Today is World Gin Day and so it’s fitting that today is the day that Masons Yorkshire Dry Gin is launched to the world. Masons Gin is based near Ripon in Yorkshire* and uses water from the local Harrogate Spring to cut the distillate ready for bottling, which is done at 42.0% ABV.
As Karl Mason is something of a Gin & Tonic aficionado, I decided to focus this review around this colonial drink; Karl even suggested some garnishes that he thought worked well in Gin Tonicas. But first, let’s try the gin on its own…
Nose: Fennel and coriander, as well as a little leafy lemon.
Taste: A smooth spirit with some malty, grain notes reminiscent of gin made with a white whiskey base. This is followed by coriander mixed with some piney elements alongside some juniper. The flavour then moves onto some herbal notes such as fennel, liquorice and caraway; this combination of flavours both adds a little sweetness and gives the gin a long, lingering finish.
Classic Gin Tonic (Fevertree)
Excellent – full of flavour, with some malty notes and the juniper, it is very rounded and comforting, almost “cuddly”. Then, you get some great fennel and liquorice on the finish. This is definitely something different. My suggested serve for this would be to use plenty of ice and a nice wedge of fresh lemon.
1938 Gin Tonic
This is a Gin Tonic as Served at Shepheard’s in Cairo in April 1938. Take a rickey glass, rub the inside with the peel of a lime. Pour in a jigger (35ml) of Masons Yorkshire Dry Gin, add ice cubes, a slice of lime or lemon, and fill with Fevertree Indian Tonic Water.
As covered by Twitter: @summerfruitcup
The drink allows the gin to come through especially the anise/fennel/liquorice giving it a slightly sweet start. This is then balanced out by the juniper and coriander as well as the lime peel and ganrish. As the ice melts and the drink get a little cold it improves even more. Very refreshing and a nice dry crisp finish. Overall @YorkshireGin makes a tasty GT but it is not your usual fair, good for those seeking something less pedestrian. Good stuff 1938 AD.
Karl’s Suggested Garnishes – All with Fevertree Tonic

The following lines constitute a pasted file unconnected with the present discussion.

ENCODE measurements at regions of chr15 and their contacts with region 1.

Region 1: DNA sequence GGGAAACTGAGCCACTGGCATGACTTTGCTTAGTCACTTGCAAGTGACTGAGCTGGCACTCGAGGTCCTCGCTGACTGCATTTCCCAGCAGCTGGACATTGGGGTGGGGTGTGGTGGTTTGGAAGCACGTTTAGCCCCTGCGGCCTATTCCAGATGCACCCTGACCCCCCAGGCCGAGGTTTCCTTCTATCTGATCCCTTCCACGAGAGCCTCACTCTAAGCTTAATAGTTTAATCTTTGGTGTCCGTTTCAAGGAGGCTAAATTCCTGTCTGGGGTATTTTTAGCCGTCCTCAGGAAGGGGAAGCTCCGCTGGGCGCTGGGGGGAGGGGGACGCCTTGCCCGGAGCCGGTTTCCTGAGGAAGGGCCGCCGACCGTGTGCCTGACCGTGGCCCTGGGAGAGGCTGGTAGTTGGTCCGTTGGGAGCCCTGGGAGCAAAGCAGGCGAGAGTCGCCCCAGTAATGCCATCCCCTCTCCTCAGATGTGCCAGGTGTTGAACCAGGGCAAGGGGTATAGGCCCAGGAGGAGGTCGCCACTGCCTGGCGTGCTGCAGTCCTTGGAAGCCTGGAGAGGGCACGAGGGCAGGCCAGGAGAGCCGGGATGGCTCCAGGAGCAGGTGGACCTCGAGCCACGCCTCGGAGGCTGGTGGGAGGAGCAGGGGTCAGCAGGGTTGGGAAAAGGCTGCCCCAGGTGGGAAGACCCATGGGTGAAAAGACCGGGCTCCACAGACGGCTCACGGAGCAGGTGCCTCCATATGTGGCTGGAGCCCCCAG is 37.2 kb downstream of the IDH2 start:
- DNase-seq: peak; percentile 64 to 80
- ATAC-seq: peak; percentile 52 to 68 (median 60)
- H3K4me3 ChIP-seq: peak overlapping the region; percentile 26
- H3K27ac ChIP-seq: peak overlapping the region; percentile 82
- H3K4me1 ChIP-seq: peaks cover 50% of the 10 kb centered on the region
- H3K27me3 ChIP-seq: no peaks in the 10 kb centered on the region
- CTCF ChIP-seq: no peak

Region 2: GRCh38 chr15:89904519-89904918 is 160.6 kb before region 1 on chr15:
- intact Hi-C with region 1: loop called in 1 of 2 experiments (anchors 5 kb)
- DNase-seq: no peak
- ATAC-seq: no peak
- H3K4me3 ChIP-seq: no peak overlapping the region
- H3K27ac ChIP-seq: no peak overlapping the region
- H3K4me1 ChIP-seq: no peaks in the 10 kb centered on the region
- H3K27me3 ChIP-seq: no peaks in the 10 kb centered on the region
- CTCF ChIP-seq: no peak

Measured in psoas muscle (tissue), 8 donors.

Gin Tonica (garnished with star anise and apple)
Tasty stuff, with the crispness of the apple and the anise bringing out the fennel and liquorice notes of the gin. Fresh and crisp and, for extra bite, you can munch on the tangy apple. A fine Gin Tonica for a lazy Saturday afternoon; lively, but not too intense and relatively light.
Gin Tonica (garnished with orange peel and cardamom pods)
If you want a fragrant Gin & Tonic, then this is superb. I really like how the orange complements the flavours of the gin and the spice of the cardamom works well with the fennel/liquorice notes of the gin. This is superb, vibrant and refreshing.
Gin Tonica (garnished with red grapefruit)
A simple, but very effective garnish, with the rich, zesty citrus juiciness working well with the character of the gin. Crisp and refreshing.
As lovely as all of these drinks are, how can you test a gin without trying it in these two classics?
A good, solid drink with juniper, citrus and some malty, grainy notes, coriander and the some sweet fennel notes, too. There’s a long glow of flavour with a little warmth on the finish. Bold and classic with a slightly contemporary edge, but plenty to keep you interested as you drink, and wanting another.
This is another good drink: the fennel/anise/caraway notes work well with the Campari and vermouth, almost giving the drink an impression of an absinthe rinse around the glass. It has a good bitter-sweet balance, with a full flavour, rich texture and lasting finish.
*It is currently actually made under contract in Cambridgeshire by the English Spirit Company, but that is only whilst the Yorkshire distillery is being built.